Archive: August, 2009
That would be the National Association for the Advancement of Running Quarterbacks.
Apparently, part of the mission of the NAACP, at least here in Philadelphia, is to support running-style quarterbacks and to denounce pocket-passing quarterbacks, irregardless of their race (or moral turpitude).
I was driving home from work last night and caught the tail end of an interesting discussion on the Dom Giordano Show on WPHT. They were talking about Michael Vick...and Sen. Ted Kennedy. On one level, that seems absurd -- Vick is a scandal-scarred football player; Kennedy, the so-called "lion" of the United States Senate. But Kennedy was dogged for 40 long years by the same essential issue that the Eagles' new backup QB faces today: Can we ever redeem ourselves from one terrible and irreversible act?
About 90 minutes later, the world learned that Kennedy had finally succumbed to brain cancer at age 77.
The most interesting online discussion I've seen in a while, courtesy of Atrios, is this article and the many comments that followed about a) the differences in how tourists experience the United States versus Europe and b) the differences in the way that people live in these very different industrialized corners of the world. Much of it comes down to the age-old debate of cities v. suburbs (which author Bryan Caplan calls, accurately, our "natural habitat"). Caplan endorses the American way because he doesn't want to bicycle to a grocery store and, in his words:
It's easy to see why tourists don't go to the suburbs, because they're places to live and work, not places to see. But almost no one in Europe lives in places as comfortable and convenient as American suburbs: The houses are spacious, the cars are huge, cheap Big Box stores and chain restaurants are nearby, and (to quote South Park) there's "ample parking day or night." Europeans can learn a lot more about the American psyche with a visit to a random CostCo than a visit to the Guggenheim.
I hopped in the car a couple of times this afternoon to run errands and then commuted into the office tonight, so I had at least a half-dozen times or more to check out what they were talking about today on Philadelphia's two sports stations, WIP and 950-ESPN (of whatever it's called this week). Guess how many times I heard a mention of the city's premier franchise, the defending and hopefully near-term future World Series champions, the Philadelphia Phillies? That's right. Zero. Nada. Nil. Nothing about our new general Lee and his 5-0 record, nothing about Ryan Howard's string of amazing Augusts or Brett Myers' rehab (hip, I mean) or...anything about the most popular team incarnation in the nearly 20 years I've been here.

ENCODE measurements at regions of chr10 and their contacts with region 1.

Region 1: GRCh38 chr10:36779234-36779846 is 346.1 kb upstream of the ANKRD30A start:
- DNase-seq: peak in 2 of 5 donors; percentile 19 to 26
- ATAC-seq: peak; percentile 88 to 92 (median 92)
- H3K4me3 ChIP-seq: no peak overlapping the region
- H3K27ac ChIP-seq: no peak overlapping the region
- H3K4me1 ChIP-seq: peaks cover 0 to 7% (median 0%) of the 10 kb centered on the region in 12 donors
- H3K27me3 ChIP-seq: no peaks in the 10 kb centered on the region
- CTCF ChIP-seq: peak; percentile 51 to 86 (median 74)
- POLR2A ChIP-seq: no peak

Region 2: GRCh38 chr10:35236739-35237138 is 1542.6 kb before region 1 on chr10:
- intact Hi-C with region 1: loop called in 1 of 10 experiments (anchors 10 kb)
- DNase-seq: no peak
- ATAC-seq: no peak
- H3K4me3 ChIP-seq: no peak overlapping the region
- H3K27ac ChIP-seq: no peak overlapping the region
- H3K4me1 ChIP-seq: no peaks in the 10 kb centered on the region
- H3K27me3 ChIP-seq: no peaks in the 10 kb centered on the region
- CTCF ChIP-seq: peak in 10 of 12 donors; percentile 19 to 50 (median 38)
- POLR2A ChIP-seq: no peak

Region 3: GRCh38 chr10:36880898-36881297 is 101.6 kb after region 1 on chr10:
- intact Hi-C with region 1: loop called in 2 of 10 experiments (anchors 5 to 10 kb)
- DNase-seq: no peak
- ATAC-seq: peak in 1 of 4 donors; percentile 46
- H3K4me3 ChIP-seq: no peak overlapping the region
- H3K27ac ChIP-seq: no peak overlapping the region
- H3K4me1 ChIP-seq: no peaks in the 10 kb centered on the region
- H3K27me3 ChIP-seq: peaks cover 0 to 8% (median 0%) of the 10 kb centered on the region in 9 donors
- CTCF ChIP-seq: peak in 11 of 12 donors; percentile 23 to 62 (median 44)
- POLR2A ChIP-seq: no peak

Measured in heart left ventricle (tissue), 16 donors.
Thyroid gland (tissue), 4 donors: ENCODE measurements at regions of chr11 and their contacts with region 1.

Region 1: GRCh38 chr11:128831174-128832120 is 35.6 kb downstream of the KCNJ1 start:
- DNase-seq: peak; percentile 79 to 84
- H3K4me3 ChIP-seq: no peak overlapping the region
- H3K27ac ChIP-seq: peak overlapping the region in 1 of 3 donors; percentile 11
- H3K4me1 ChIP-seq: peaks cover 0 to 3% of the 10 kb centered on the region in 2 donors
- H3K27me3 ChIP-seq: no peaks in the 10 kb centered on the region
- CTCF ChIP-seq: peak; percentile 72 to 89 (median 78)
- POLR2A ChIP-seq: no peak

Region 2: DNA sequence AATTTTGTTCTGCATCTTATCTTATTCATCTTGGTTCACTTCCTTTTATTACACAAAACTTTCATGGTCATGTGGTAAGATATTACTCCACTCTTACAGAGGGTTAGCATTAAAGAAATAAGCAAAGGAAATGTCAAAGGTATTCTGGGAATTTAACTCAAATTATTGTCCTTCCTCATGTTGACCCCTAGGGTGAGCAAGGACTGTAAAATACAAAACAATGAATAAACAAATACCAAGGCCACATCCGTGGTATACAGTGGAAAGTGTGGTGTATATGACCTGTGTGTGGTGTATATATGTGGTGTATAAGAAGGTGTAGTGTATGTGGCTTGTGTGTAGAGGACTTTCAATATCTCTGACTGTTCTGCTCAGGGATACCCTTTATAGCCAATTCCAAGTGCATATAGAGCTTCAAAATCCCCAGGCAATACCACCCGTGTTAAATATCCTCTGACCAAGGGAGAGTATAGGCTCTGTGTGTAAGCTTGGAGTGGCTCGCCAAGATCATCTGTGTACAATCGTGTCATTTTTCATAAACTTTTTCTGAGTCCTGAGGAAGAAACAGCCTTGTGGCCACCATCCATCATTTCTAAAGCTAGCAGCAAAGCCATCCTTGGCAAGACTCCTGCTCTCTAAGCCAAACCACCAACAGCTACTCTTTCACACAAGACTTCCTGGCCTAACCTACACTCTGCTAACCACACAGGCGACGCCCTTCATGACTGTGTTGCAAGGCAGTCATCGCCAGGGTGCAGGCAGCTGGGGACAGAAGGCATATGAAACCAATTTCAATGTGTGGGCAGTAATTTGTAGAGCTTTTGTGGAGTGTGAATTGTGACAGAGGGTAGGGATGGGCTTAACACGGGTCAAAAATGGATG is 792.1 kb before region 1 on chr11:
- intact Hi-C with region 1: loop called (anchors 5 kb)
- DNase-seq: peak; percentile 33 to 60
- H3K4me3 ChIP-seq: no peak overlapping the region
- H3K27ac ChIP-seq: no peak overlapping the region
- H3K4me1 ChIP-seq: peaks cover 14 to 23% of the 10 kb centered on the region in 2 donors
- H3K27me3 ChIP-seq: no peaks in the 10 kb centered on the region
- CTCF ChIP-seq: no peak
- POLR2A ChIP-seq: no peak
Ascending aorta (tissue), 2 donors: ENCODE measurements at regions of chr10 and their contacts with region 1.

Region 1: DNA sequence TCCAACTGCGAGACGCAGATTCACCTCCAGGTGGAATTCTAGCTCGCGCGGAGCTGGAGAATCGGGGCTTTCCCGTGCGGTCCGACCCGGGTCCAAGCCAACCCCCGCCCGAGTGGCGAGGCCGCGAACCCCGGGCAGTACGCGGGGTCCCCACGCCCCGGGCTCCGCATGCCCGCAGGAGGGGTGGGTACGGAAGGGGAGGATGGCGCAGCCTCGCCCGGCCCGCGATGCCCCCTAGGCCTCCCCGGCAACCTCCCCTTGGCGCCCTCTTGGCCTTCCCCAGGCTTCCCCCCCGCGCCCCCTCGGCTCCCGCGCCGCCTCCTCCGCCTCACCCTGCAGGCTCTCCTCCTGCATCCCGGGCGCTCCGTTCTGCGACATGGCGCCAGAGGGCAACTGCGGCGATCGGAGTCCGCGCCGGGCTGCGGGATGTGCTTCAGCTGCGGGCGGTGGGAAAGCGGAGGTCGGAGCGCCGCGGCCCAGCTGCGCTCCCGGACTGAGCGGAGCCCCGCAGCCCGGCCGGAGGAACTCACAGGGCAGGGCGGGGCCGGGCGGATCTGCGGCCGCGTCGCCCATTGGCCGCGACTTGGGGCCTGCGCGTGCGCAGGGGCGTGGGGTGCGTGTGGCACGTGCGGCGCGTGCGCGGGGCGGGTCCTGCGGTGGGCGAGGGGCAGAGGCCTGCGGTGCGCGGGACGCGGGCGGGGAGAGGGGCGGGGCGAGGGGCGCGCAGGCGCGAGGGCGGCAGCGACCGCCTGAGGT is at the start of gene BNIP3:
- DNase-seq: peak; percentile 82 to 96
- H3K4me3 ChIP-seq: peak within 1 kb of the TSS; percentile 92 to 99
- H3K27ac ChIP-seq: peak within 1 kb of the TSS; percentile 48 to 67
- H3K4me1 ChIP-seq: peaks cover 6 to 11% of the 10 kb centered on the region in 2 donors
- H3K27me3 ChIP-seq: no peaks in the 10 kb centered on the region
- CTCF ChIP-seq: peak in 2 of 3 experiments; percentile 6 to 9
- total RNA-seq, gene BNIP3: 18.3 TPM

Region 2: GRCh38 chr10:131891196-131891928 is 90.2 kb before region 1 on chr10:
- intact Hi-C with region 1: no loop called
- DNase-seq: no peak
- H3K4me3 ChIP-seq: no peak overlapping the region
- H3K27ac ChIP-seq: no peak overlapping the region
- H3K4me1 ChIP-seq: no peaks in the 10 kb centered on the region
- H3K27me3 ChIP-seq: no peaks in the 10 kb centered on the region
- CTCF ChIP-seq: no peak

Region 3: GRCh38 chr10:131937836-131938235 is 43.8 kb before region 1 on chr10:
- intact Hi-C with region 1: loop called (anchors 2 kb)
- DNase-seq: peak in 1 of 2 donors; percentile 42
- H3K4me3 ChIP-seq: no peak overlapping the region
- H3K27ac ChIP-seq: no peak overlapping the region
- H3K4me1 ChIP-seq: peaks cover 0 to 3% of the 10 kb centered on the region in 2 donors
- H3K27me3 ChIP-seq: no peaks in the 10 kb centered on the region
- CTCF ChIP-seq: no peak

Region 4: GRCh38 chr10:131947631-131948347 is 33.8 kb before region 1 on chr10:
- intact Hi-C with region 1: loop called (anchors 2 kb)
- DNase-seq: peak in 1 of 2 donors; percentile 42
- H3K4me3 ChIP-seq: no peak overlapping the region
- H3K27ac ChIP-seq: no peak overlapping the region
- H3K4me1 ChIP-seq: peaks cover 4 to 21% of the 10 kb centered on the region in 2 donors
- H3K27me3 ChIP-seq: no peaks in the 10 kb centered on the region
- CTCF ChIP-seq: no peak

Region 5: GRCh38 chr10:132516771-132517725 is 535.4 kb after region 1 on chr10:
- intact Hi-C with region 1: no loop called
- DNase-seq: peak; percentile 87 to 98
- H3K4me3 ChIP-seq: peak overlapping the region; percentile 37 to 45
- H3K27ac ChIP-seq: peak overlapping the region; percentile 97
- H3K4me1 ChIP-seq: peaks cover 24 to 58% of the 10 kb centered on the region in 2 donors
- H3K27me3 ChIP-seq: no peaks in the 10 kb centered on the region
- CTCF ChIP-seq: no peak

It was all football, and more specifically -- with the odd exception of an out-of-left-field (mixed metaphor) discussion on NY's gun-toting Plaxico Burress -- it was all about our own No. 7, Michael Vick. Should he drink Grey Goose? Can you stomach the Eagles now? Do you care how he performs on the field? The non-stop gabfest got me to thinking...When I learned that the Eagles had signed the felonious ex-Falcon, I was just as baffled as anyone else. Why would a team that already has a quarterback of the present/past and a quarterback of the maybe future and a....well, an A.J. Feeley, go out and sign another one with so much baggage?
There's been a lot of low-quality journalism lately -- even, or especially, after all the fear and loathing about the botched coverage of the Iraq war run-up -- and now you can add to that ever-growing list some of the coverage of scathing, finally released reports about the Bush-Cheney torture regime. It seems like the relevations that got a lot of the hype, especially in the first few hours, involved sleazy (in my opinion) but non-violent interrogation techniques against some of the worst of the worst like Khalid Sheikh Mohammed (guaranteed to cause reactions like "What, they blew cigar smoke at a guy who killed 3,000 Americans?...well boo frickin' hoo!"). But the reports also contain what are (again, in my opinion) much more serious allegations, often involving violence, against suspects who in some cases may not have even committed a crime. The worst cases were redacted, meaning that reporters had to some digging. At least ABC News did that.
So here's something more deserving of coverage: People died.
(Photo from the ever-invaluable Philebrity)
For a number of years now, cynics have been merging the name of two of what Jon Stewart would call America's "fringe states," Pennsylvania and Kentucky, into a common heritage of unfairly stereotyped corruption and ignorance (OK, the corruption part is actually real) called Pennsyltucky.
Phillies Phever (the actual phenomenon, not the late '70s disco version) is only going to grow between now and October, as it should. Visions of unassisted triple plays, Ryan Howard going deep to left and right in the same game, and the most unflappable Lee to wear a grey road uniform since Manassas are already dancing in our heads. But it wasn't preordained to turn out this way.
In an alternate universe, Roy Halladay pitched for the Phillies today. And they got clobbered. Check out what happened in the reality-based world:
Progressives have long called for a criminal investigation of the Bush-era torture regime...but despite all the fear and loathing from the right over today's naming of a special prosecutor by Attorney General Eric Holder, this may not be the investigation that I and many others had been seeking. Spencer Ackerman had a good analysis of this dilemma a few days ago:
Drumheller, a retired chief of CIA operations in Europe — who was never an interrogator — said restricting an inquiry to CIA interrogators is unfair. “What happened is a reflection of policy” at the time, Drumheller said. “None of this stuff was done in a vacuum.”